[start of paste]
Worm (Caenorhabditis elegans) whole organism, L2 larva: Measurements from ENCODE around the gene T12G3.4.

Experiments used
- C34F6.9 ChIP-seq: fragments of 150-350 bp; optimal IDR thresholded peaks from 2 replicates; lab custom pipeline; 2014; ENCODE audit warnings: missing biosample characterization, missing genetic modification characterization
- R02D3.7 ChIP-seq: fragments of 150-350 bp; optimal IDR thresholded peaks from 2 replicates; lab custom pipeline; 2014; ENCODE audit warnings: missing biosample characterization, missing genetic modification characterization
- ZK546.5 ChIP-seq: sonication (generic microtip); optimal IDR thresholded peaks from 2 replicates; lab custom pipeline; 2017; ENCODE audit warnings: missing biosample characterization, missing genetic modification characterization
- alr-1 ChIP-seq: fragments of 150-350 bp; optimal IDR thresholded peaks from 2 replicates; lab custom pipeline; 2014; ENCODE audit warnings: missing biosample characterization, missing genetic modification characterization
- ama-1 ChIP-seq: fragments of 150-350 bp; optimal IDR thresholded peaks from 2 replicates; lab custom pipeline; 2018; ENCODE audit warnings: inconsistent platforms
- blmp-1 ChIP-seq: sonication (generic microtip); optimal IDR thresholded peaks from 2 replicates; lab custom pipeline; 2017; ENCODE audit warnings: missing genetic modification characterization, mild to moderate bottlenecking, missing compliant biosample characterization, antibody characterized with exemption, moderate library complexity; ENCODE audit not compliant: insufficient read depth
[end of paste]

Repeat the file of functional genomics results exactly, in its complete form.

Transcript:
Worm (Caenorhabditis elegans) whole organism, L2 larva: Measurements from ENCODE around the gene T12G3.4.

Experiments used
- C34F6.9 ChIP-seq: fragments of 150-350 bp; optimal IDR thresholded peaks from 2 replicates; lab custom pipeline; 2014; ENCODE audit warnings: missing biosample characterization, missing genetic modification characterization
- R02D3.7 ChIP-seq: fragments of 150-350 bp; optimal IDR thresholded peaks from 2 replicates; lab custom pipeline; 2014; ENCODE audit warnings: missing biosample characterization, missing genetic modification characterization
- ZK546.5 ChIP-seq: sonication (generic microtip); optimal IDR thresholded peaks from 2 replicates; lab custom pipeline; 2017; ENCODE audit warnings: missing biosample characterization, missing genetic modification characterization
- alr-1 ChIP-seq: fragments of 150-350 bp; optimal IDR thresholded peaks from 2 replicates; lab custom pipeline; 2014; ENCODE audit warnings: missing biosample characterization, missing genetic modification characterization
- ama-1 ChIP-seq: fragments of 150-350 bp; optimal IDR thresholded peaks from 2 replicates; lab custom pipeline; 2018; ENCODE audit warnings: inconsistent platforms
- blmp-1 ChIP-seq: sonication (generic microtip); optimal IDR thresholded peaks from 2 replicates; lab custom pipeline; 2017; ENCODE audit warnings: missing genetic modification characterization, mild to moderate bottlenecking, missing compliant biosample characterization, antibody characterized with exemption, moderate library complexity; ENCODE audit not compliant: insufficient read depth